Training Top 100 Best Practice: Knowledge Transfer at Western & Southern Financial Group

Most teams use the Knowledge Transfer (KT) program to create onboarding and development plans for future associates to reduce time to competency.

In 2018, Western & Southern Financial Group’s Knowledge Services (KS) Program transformed to meet evolving business and development needs. In 2019, distinct approaches were designed, developed, and successfully piloted and then made available to the broader enterprise. The result is a maturing KS function that incorporates multiple tools to support organizational learning at the individual, team, and enterprise level.

Governed by key members of the C-suite, each of these approaches provides leaders with frameworks and best practices while remaining flexible to address their unique needs. The program has supported nearly 30 unique client groups across the enterprise. Multiple projects have been cross-functional to improve collaboration, knowledge sharing, and expertise distribution across shared-services organizations and lines of business.

In partnership with Governance, it was determined the KS team would deliver 20 successful projects per year across the enterprise. Additional key performance indicators included time savings, cost savings, and risk mitigation.

Program Details

The most mature workstream in Western & Southern’s KS Program is the Knowledge Transfer (KT) program. As teams complete projects, single points of failure are mitigated and teams receive a repeatable process to share critical knowledge and skills. Most teams additionally use KT to create onboarding and development plans for future associates to reduce time to competency.

The KT aspect of the KS Program includes a four-step approach, where teams capture and share knowledge in a short-term project format. The four steps are:

  1. Identify
  2. Implement
  3. Initiate
  4. Inspect and Innovate

During Step 3, teams participate in weekly knowledge transfer sessions where they capture unique and critical knowledge from subject matter experts (SMEs) and also identify potential innovations to explore. In Step 4, teams apply their newly gained knowledge and skills while exploring innovation opportunities.

Leaders complete a heat map outlining the critical knowledge and skill areas for their teams. This tool is updated quarterly to provide up-to-date views of their talent. Managers, project team members, and project facilitators also incorporate KT into their goals. This ensures that heat maps and KT plans are updated on a quarterly basis, along with fostering a knowledge-sharing culture.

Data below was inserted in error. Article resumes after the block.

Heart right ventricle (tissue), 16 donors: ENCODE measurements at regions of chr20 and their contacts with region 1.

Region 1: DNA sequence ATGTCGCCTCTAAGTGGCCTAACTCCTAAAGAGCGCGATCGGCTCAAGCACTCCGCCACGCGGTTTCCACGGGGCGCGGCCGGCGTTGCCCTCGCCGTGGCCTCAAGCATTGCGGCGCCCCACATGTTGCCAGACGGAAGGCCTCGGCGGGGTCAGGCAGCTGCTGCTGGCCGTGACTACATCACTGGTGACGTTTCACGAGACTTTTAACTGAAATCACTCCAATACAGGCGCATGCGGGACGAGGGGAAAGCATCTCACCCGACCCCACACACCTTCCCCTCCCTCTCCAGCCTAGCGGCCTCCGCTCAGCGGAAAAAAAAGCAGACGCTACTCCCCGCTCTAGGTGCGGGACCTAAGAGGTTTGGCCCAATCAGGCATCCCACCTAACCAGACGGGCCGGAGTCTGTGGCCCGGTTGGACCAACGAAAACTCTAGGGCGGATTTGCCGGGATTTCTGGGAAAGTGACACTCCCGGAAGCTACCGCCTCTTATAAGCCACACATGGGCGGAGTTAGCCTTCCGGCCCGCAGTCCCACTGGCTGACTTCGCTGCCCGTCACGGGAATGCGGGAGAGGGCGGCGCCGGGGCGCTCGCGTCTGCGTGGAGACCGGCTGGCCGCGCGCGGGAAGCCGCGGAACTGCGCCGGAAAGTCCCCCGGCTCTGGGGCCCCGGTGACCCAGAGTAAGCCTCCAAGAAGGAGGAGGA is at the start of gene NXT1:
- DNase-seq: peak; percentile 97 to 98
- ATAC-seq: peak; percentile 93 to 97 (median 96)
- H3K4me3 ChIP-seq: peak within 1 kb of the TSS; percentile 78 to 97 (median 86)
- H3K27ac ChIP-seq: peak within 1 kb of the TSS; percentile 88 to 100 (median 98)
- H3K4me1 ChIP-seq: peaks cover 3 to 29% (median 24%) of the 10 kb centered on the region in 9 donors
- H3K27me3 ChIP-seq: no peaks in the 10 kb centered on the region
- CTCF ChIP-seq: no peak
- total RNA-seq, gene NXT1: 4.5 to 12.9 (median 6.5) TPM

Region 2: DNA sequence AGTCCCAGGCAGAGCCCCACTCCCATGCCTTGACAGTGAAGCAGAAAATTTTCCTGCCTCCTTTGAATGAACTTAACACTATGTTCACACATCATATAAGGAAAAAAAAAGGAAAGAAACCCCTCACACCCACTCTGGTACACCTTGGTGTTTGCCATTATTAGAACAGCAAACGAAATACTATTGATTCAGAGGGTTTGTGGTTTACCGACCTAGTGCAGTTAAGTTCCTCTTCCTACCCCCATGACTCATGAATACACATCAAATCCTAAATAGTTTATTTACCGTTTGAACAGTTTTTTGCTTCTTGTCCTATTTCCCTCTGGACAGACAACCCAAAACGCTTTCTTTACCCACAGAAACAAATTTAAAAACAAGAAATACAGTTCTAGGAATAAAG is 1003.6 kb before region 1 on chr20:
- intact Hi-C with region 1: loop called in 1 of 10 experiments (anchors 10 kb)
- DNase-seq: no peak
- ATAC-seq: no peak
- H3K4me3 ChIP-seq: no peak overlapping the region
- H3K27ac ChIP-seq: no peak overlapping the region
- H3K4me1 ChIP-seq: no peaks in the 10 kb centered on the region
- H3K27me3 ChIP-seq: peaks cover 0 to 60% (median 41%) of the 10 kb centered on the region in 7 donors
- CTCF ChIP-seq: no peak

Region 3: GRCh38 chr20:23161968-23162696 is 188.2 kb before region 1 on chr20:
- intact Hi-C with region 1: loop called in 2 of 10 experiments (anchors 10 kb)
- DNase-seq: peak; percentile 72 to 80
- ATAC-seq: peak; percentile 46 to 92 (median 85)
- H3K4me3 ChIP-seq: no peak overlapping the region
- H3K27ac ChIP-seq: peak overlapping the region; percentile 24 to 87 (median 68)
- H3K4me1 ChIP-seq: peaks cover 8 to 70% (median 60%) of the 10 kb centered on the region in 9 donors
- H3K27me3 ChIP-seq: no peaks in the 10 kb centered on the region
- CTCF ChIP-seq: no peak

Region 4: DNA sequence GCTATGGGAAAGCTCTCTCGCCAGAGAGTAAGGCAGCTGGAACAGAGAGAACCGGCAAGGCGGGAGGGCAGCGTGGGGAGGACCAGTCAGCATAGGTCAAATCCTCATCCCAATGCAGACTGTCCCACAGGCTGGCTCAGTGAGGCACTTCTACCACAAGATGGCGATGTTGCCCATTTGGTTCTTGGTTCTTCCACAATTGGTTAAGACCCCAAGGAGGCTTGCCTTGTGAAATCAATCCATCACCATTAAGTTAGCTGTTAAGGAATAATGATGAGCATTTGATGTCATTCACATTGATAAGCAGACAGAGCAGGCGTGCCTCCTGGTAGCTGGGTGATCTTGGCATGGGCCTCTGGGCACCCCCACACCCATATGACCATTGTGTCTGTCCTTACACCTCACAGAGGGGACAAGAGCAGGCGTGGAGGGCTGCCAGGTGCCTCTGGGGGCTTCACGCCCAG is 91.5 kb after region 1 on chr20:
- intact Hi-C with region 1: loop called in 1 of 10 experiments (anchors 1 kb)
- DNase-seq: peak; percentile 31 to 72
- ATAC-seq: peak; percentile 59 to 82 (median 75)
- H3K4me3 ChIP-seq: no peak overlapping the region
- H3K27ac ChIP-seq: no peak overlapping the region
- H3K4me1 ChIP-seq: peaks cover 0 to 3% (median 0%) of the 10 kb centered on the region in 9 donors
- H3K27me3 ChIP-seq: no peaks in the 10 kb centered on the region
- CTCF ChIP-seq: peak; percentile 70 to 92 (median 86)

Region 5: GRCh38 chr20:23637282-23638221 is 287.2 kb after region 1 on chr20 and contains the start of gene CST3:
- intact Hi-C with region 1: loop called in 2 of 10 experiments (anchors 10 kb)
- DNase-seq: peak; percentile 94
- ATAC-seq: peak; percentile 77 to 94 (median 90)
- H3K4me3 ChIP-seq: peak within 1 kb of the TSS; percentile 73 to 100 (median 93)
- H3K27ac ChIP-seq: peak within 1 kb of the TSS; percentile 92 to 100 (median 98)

The KT Program partnered with Talent Acquisition to complete two projects within their business area. The outcome of these projects included:

  • Mitigating two single points of failure, providing continuity for the team through shared knowledge and best practices.
  • A summary of best practices that will enhance team effectiveness going forward, as well as time to competency during onboarding.
  • The leader of the team was able to gather information on the project that influenced the way they will reorganize the structure of their team. This will allow for further continuity and risk mitigation.
  • The projects revealed a path for succession planning and opened the door for further Knowledge Transfer opportunities to make better and faster transitions later.
  • Both project facilitators were upskilled to run KT projects, gaining facilitation, project management, and KT skills. This provided career development and personal growth for the project facilitators.

The KS program has helped clients realize a 30 percent reduction in redundant work, has mitigated 17 single points of failure, and increased time to proficiency by 50 percent for some teams.

Lorri Freifeld is the editor/publisher of Training magazine, owned by Lakewood Media Group. She writes on a number of topics, including talent management, training technology, and leadership development. She spearheads two awards programs: the Training APEX Awards and Emerging Training Leaders. A writer/editor for the last 30 years, she has held editing positions at a variety of publications and holds a Master’s degree in journalism from New York University.